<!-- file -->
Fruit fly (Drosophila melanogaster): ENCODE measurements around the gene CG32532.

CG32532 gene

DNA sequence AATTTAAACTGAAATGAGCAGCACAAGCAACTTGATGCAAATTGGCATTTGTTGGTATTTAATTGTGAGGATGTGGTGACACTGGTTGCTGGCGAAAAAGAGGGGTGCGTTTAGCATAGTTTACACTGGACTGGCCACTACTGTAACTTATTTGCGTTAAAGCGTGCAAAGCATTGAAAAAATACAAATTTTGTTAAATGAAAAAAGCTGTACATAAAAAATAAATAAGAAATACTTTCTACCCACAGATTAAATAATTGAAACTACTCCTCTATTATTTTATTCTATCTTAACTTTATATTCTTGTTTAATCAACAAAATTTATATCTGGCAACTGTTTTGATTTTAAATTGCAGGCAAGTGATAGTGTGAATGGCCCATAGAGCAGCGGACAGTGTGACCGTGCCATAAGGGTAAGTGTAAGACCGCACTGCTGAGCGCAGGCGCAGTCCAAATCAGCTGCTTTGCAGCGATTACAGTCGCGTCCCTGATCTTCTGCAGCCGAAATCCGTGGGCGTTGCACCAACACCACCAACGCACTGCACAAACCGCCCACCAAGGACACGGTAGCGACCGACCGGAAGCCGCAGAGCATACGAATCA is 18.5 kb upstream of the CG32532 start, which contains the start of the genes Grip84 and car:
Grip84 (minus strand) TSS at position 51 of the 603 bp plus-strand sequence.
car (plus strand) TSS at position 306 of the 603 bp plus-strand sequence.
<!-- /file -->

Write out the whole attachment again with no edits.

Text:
Fruit fly (Drosophila melanogaster): ENCODE measurements around the gene CG32532.

CG32532 gene

DNA sequence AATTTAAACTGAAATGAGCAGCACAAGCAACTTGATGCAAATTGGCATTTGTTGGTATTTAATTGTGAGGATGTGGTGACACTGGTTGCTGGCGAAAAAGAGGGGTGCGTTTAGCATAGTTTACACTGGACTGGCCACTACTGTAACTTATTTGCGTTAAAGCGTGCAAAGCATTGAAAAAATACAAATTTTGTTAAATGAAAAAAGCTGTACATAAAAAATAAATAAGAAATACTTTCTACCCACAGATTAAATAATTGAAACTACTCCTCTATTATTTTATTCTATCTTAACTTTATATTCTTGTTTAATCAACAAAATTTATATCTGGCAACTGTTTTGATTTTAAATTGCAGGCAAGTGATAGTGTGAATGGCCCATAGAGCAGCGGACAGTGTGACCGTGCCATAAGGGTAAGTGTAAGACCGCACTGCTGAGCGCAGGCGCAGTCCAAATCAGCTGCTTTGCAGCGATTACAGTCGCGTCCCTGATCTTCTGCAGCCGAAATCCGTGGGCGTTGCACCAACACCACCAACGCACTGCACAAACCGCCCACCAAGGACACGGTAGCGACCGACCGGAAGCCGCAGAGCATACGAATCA is 18.5 kb upstream of the CG32532 start, which contains the start of the genes Grip84 and car:
Grip84 (minus strand) TSS at position 51 of the 603 bp plus-strand sequence.
car (plus strand) TSS at position 306 of the 603 bp plus-strand sequence.